HANOVER, N.H. -- Engineers from Dartmouth's Thayer School of Engineering have produced a new imaging technology that may revolutionize medical and life sciences research, security, photography, cinematography and other applications that rely on high quality, low light imaging.
Called the Quanta Image Sensor, or QIS, this next generation of light sensing technology enables highly sensitive, more easily manipulated and higher quality digital imaging than is currently available, even in low light situations, according to co-inventor Eric R. Fossum, professor of engineering at Dartmouth. Fossum also invented the CMOS image sensor found in nearly all smartphones and cameras across the world today.
Documented in the Dec. 20 issue of The Optical Society's OSA Optica, the new QIS technology is able to reliably capture and count the lowest level of light, single photons, with resolution as high as one megapixel, or one million pixels, and as fast as thousands of frames per second. Plus, the QIS can accomplish this in low light, at room temperature and while using mainstream image sensor technology, according to the Optica article. Previous technology required large pixels or cooling to low temperatures or both.
What does this mean for industry? For cinematographers, the QIS will enable IMAX-quality video in an easily edited digital format while still providing many of the same characteristics of film. For astrophysicists, the QIS will allow for the detection and capture of better signals from distant objects in space. And for life science researchers, the QIS will provide improved visualization of cells under a microscope, which is critical for determining the effectiveness of therapies.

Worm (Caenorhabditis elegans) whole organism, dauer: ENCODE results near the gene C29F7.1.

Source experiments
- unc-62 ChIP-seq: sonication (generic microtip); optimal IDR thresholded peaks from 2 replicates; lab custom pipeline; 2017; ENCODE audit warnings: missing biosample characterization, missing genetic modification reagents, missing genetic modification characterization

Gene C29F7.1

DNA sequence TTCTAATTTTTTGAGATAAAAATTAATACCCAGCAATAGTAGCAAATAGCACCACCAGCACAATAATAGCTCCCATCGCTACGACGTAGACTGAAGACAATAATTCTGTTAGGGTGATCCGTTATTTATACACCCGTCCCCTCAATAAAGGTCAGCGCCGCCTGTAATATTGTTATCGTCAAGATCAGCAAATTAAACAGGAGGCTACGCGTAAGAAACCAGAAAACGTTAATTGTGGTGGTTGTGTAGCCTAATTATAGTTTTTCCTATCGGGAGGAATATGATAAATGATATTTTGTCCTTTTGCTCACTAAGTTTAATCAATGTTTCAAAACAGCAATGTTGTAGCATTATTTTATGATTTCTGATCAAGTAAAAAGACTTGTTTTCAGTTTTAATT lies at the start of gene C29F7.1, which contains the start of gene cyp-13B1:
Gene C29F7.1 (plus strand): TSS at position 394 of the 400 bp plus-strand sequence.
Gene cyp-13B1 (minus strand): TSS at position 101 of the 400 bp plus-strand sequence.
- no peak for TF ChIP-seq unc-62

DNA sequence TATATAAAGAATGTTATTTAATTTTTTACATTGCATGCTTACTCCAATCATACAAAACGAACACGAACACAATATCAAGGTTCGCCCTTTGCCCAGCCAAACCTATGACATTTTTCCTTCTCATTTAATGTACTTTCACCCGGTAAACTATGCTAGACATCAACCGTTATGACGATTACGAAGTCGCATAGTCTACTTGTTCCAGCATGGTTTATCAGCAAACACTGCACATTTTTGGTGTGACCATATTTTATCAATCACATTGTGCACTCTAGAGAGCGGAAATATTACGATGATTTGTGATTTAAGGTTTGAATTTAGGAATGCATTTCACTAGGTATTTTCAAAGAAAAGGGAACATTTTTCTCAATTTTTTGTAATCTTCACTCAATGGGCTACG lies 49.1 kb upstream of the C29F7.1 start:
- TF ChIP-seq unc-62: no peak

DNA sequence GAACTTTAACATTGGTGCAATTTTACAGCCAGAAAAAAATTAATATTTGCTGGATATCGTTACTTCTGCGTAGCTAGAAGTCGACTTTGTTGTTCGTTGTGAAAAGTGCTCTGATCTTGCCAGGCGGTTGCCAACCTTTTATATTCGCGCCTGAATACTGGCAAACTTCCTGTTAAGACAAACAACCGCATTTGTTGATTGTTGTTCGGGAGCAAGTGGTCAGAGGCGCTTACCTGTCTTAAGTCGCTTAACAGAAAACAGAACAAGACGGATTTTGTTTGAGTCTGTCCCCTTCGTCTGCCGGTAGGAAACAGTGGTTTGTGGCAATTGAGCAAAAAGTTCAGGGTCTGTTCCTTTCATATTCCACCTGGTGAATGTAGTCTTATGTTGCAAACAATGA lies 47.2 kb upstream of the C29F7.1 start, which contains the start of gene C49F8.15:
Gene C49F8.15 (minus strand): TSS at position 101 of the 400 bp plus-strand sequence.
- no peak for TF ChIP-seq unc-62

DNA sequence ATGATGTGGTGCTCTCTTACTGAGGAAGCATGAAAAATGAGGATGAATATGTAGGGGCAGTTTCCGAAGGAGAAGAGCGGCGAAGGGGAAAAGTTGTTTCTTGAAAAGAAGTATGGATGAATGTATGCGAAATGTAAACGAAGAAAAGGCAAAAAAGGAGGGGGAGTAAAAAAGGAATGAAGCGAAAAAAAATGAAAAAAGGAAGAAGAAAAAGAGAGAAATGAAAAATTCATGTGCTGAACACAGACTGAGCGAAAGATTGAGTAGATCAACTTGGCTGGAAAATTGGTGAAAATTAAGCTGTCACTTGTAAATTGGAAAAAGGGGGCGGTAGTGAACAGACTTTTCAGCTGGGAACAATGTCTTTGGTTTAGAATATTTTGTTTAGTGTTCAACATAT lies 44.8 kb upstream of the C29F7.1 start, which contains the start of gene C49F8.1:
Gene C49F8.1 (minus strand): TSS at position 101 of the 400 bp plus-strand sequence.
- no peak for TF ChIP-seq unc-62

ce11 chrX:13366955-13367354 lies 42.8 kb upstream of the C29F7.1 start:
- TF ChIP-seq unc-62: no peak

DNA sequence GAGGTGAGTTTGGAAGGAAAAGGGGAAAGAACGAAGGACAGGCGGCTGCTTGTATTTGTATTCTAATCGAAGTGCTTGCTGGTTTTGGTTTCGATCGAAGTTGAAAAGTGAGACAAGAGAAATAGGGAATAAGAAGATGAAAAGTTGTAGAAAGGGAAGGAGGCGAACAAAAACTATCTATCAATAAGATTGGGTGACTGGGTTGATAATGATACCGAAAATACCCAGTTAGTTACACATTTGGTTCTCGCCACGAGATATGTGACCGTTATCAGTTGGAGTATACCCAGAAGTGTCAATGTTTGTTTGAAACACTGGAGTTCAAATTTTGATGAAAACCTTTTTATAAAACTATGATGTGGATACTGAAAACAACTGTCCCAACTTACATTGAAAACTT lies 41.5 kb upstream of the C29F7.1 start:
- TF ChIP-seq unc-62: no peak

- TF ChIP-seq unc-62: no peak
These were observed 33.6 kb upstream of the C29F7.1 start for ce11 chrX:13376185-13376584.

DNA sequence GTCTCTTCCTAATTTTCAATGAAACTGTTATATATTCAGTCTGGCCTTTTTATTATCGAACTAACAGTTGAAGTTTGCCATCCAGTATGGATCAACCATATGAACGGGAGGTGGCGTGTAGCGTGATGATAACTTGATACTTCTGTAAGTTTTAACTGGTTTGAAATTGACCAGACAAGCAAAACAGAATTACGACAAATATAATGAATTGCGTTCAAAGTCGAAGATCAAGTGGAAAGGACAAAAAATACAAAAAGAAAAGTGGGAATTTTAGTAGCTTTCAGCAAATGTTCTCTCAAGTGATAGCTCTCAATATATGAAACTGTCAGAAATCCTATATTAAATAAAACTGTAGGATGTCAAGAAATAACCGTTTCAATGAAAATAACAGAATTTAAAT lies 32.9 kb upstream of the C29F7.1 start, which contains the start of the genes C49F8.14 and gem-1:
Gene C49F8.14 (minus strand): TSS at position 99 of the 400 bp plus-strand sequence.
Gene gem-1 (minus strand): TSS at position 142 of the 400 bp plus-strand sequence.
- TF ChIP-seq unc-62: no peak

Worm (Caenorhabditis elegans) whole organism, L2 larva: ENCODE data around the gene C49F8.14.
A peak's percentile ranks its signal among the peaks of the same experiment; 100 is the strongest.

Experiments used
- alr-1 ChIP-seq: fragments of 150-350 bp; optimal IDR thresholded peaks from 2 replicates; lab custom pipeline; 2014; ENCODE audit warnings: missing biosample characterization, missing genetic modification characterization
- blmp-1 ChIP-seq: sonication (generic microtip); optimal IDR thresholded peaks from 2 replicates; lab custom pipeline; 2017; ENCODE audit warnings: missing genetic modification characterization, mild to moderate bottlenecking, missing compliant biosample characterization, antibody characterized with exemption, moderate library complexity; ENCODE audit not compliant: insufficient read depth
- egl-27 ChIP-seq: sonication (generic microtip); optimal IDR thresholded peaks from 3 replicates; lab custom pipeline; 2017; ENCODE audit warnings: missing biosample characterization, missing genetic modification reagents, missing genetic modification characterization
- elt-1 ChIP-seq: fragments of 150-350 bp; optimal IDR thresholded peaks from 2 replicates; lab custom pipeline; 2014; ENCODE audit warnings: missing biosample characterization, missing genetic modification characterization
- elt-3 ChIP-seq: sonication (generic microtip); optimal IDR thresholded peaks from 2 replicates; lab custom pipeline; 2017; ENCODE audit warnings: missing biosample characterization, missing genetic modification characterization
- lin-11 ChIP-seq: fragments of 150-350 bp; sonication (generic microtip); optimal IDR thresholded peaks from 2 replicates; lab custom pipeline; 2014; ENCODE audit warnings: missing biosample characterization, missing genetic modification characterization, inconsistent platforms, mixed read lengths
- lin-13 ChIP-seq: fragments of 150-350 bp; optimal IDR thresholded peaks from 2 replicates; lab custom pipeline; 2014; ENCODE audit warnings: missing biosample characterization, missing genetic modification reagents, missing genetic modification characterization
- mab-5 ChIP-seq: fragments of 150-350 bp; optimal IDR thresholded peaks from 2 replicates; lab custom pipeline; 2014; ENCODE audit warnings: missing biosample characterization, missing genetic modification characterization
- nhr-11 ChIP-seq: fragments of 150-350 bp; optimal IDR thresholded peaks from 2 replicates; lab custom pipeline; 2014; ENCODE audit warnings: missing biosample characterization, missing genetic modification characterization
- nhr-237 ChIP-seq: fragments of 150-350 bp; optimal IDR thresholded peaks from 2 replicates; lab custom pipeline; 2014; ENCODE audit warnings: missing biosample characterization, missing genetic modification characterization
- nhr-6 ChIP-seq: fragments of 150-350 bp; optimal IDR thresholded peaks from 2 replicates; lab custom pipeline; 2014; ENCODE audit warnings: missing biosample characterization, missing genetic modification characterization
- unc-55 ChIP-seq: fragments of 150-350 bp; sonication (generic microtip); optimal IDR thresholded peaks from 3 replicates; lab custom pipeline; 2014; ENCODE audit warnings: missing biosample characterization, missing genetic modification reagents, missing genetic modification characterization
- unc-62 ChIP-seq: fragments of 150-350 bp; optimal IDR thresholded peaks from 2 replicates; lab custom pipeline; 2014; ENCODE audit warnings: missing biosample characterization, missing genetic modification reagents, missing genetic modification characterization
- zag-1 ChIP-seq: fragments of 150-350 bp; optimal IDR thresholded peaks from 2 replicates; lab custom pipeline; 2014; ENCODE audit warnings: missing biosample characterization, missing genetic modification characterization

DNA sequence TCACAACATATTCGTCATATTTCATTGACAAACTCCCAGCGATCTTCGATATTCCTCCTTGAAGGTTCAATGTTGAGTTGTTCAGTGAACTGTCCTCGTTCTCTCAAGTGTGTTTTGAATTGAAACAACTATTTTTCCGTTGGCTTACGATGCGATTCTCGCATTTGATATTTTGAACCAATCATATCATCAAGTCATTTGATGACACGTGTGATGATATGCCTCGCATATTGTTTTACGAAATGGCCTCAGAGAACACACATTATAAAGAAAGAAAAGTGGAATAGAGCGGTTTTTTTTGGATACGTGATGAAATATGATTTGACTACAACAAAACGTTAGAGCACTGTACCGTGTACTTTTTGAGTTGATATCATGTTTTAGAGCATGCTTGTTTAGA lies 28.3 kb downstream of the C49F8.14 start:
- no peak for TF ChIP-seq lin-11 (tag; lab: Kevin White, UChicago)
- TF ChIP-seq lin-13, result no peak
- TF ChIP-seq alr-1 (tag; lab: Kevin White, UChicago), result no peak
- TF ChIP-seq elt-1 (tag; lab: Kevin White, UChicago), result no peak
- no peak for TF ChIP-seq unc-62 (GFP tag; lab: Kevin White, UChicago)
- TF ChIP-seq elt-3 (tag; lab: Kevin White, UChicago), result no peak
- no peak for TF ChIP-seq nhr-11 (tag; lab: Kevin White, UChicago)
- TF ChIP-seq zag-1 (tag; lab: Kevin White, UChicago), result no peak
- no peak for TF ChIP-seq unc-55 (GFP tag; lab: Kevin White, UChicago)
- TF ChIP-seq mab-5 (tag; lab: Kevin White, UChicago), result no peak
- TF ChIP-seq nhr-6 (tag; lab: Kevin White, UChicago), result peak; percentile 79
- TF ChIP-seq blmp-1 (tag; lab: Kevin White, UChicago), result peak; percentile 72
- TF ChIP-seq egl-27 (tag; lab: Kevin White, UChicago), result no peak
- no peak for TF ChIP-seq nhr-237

Building this new imaging capability in a commercially accessible, inexpensive process is important, said Fossum, so he and his team made it compatible with the low cost and mass production of today's CMOS image sensor technology. They also made it readily scalable for higher resolution, with as many as hundreds of megapixels per chip.
"That way it's easier for industry to adopt it and mass produce it," said Fossum, who was recognized earlier this month at Buckingham Palace for his role in developing the CMOS image sensor. On Dec. 6, Charles, Prince of Wales, awarded Fossum the engineering equivalent of the Nobel Prize, the Queen Elizabeth Prize for Engineering.
"The QIS is a revolutionary change in the way we collect images in a camera," said Jiaju Ma who co-authored this month's Optica paper with Fossum, Saleh Masoodian and researcher Dakota Starkey who is currently pursuing his Ph.D. at Thayer. Ma and Masoodian received their Ph.D.s in electrical and electronics engineering from Thayer and are co-inventors of the QIS with Fossum.
The QIS platform technology is unique, according to Ma, because the sensor incorporates:
- "Jots," named by the research team for very small pixels, which are sensitive enough to detect a single photon of light
- Ultra-fast scanning of the jots
With this combination, the QIS captures data from every single photon, or particle of light, enabling extremely high quality, easily manipulated digital imaging, as well as computer vision and 3-D sensing, even in low light conditions.
While the current QIS resolution is one megapixel, the team's goal is for the QIS to contain hundreds of millions to billions of these jots, all scanned at a very fast rate, said Ma.
Earlier this year, Masoodian, Ma and Fossum co-founded the startup company Gigajot Technology to further develop and apply the technology to a number of promising applications.
The research at Thayer School of Engineering at Dartmouth was performed in cooperation with Rambus, Inc., and the Taiwan Semiconductor Manufacturing Corporation.
To speak with any of the inventors, contact Callaway Zuccarello at 314.862.4300 or firstname.lastname@example.org. For more information about Thayer School of Engineering at Dartmouth, visit http://www.
More information: J. Ma, S. Masoodian, D. Starkey, and E. Fossum, "Photon-number-resolving megapixel image sensor at room temperature without avalanche gain," Optica 4, 1474-1481 (2017).
Provided by Thayer School of Engineering at Dartmouth